A Man and His Dogs
Many students who eat a hearty breakfast and do not feel hungry as lunchtime rolls around find themselves rushing to the lunchroom with a ravenous appetite as soon as the bell rings. A typical conditioned response, just as Pavlov’s famous dogs did many years ago. Nobel Prize winning physiologist, Ivan Pavlov, first identified this psychological/physiological phenomenon in the late nineteenth century. Since then, the term “Pavlovian Response” has become synonymous with involuntary conditioned response in both animals and humans.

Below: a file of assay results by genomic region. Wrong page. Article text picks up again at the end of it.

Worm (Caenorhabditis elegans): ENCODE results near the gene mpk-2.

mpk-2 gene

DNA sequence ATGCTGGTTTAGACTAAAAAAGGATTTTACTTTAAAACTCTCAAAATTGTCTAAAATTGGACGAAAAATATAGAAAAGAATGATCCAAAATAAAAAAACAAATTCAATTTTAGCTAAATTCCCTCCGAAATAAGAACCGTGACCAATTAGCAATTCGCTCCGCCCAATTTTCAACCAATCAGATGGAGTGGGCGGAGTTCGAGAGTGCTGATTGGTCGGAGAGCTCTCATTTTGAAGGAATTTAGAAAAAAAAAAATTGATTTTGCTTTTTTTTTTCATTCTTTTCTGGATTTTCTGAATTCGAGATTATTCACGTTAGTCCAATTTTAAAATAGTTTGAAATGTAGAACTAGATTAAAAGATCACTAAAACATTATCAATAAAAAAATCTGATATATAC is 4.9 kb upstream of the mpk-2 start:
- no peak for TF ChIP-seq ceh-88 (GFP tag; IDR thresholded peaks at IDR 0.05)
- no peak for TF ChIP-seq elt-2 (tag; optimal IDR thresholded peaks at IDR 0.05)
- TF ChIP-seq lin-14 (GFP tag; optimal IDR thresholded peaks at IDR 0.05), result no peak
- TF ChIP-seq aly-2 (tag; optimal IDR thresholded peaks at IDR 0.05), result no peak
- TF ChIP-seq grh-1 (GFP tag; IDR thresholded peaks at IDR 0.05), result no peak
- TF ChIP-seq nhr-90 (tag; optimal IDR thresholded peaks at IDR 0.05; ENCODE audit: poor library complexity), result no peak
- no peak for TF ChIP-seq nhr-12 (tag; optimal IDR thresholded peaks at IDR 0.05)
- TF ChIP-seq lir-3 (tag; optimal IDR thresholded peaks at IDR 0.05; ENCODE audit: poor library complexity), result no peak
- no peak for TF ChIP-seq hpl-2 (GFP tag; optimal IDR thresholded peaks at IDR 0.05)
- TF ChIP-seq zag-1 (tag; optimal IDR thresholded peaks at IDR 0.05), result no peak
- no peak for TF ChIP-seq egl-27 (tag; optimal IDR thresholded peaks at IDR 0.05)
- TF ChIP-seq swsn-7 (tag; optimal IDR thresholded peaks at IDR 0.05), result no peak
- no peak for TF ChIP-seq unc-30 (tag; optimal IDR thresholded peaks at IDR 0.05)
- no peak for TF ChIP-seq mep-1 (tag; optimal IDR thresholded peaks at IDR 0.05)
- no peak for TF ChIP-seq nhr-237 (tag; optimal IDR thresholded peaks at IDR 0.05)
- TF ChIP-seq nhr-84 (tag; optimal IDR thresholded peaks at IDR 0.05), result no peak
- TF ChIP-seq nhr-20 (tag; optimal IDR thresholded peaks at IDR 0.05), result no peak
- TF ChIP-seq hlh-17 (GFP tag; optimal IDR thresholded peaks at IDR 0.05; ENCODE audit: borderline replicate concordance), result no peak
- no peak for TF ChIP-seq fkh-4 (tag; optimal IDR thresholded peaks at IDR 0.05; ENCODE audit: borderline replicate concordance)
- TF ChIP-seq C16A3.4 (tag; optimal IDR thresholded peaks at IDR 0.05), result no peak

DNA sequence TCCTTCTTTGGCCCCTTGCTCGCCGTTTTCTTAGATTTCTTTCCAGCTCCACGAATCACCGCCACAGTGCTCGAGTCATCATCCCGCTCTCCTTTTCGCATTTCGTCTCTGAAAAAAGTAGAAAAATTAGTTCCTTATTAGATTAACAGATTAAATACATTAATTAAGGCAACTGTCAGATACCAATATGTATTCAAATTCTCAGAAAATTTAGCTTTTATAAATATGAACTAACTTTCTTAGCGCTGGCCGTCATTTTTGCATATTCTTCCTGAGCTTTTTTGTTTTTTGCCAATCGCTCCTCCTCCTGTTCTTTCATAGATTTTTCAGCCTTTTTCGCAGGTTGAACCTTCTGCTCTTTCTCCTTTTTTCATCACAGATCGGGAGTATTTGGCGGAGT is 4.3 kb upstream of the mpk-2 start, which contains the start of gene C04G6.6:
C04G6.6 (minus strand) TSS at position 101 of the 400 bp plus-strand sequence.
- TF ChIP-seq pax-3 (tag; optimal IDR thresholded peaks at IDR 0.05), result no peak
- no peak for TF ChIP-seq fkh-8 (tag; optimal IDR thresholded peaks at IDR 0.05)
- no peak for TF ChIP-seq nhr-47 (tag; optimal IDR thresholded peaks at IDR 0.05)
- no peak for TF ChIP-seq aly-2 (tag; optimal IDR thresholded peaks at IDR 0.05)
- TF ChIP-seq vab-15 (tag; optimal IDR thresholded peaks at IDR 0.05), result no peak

On September 14, 1849, Ivan Pavlov was born in Ryazan, Russia. His father, Peter Dmitrievich Pavlov, was a priest for the town’s church and after graduating from school, Pavlov attended theological seminary. However, after reading The Origin of the Species by Charles Darwin and the writings of famous Russian physiologist, I.M. Sechenov, Pavlov decided to pursue a career in science instead of becoming a priest like his father. While at the University of St. Petersburg, Pavlov worked with Elie Cyon on the investigation of pancreatic nerves and received a gold medal honor from the University for his Work. He went on to study at the Military Medical Academy and after finishing his dissertation, Pavlov received his doctor of medicine degree in 1883. Pavlov was able to expand on the works of several leading researchers in order to create his own theories. In 1895, at the St. Petersburg Institute of Experimental Medicine, Pavlov was named Professor of Pharmacology and later was given the title of Professor of Physiology and held that position until 1924. In 1901, Pavlov was elected as a corresponding member of the Russian Academy of Sciences. His major accomplishment was winning the Nobel Prize in Physiology or Medicine in 1904 for his doctoral thesis on the Centrifugal Nerves of the Heart. Pavlov was elected as Academician of the Russian Academy of Sciences in 1907 and received an honorary...
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